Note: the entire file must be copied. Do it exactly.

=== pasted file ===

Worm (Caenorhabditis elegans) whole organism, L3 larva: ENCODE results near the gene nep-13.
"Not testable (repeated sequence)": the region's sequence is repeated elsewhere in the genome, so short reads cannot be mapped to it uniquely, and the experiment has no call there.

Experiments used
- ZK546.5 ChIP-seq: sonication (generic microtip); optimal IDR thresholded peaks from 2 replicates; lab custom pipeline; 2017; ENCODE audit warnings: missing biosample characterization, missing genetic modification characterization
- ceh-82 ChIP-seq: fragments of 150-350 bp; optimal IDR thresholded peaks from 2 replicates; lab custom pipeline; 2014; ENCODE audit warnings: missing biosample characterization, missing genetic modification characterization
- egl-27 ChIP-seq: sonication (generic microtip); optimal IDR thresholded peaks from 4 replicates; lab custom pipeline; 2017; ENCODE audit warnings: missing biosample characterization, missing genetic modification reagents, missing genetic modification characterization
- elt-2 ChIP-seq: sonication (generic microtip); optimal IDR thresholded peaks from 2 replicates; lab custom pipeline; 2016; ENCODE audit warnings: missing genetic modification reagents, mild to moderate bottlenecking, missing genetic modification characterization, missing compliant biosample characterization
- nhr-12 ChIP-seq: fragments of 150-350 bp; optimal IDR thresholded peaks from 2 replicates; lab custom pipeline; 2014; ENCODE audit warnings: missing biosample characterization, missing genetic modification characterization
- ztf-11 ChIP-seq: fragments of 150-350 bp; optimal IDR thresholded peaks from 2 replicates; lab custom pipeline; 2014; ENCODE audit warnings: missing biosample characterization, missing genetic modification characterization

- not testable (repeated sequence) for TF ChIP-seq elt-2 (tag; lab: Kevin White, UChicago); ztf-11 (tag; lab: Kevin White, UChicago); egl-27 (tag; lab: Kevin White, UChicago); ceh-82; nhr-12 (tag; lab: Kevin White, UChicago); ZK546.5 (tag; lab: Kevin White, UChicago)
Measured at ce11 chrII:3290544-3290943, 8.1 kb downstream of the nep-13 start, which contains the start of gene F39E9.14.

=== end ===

Worm (Caenorhabditis elegans) whole organism, L3 larva: ENCODE results near the gene nep-13.
"Not testable (repeated sequence)": the region's sequence is repeated elsewhere in the genome, so short reads cannot be mapped to it uniquely, and the experiment has no call there.

Experiments used
- ZK546.5 ChIP-seq: sonication (generic microtip); optimal IDR thresholded peaks from 2 replicates; lab custom pipeline; 2017; ENCODE audit warnings: missing biosample characterization, missing genetic modification characterization
- ceh-82 ChIP-seq: fragments of 150-350 bp; optimal IDR thresholded peaks from 2 replicates; lab custom pipeline; 2014; ENCODE audit warnings: missing biosample characterization, missing genetic modification characterization
- egl-27 ChIP-seq: sonication (generic microtip); optimal IDR thresholded peaks from 4 replicates; lab custom pipeline; 2017; ENCODE audit warnings: missing biosample characterization, missing genetic modification reagents, missing genetic modification characterization
- elt-2 ChIP-seq: sonication (generic microtip); optimal IDR thresholded peaks from 2 replicates; lab custom pipeline; 2016; ENCODE audit warnings: missing genetic modification reagents, mild to moderate bottlenecking, missing genetic modification characterization, missing compliant biosample characterization
- nhr-12 ChIP-seq: fragments of 150-350 bp; optimal IDR thresholded peaks from 2 replicates; lab custom pipeline; 2014; ENCODE audit warnings: missing biosample characterization, missing genetic modification characterization
- ztf-11 ChIP-seq: fragments of 150-350 bp; optimal IDR thresholded peaks from 2 replicates; lab custom pipeline; 2014; ENCODE audit warnings: missing biosample characterization, missing genetic modification characterization

- not testable (repeated sequence) for TF ChIP-seq elt-2 (tag; lab: Kevin White, UChicago); ztf-11 (tag; lab: Kevin White, UChicago); egl-27 (tag; lab: Kevin White, UChicago); ceh-82; nhr-12 (tag; lab: Kevin White, UChicago); ZK546.5 (tag; lab: Kevin White, UChicago)
Measured at ce11 chrII:3290544-3290943, 8.1 kb downstream of the nep-13 start, which contains the start of gene F39E9.14.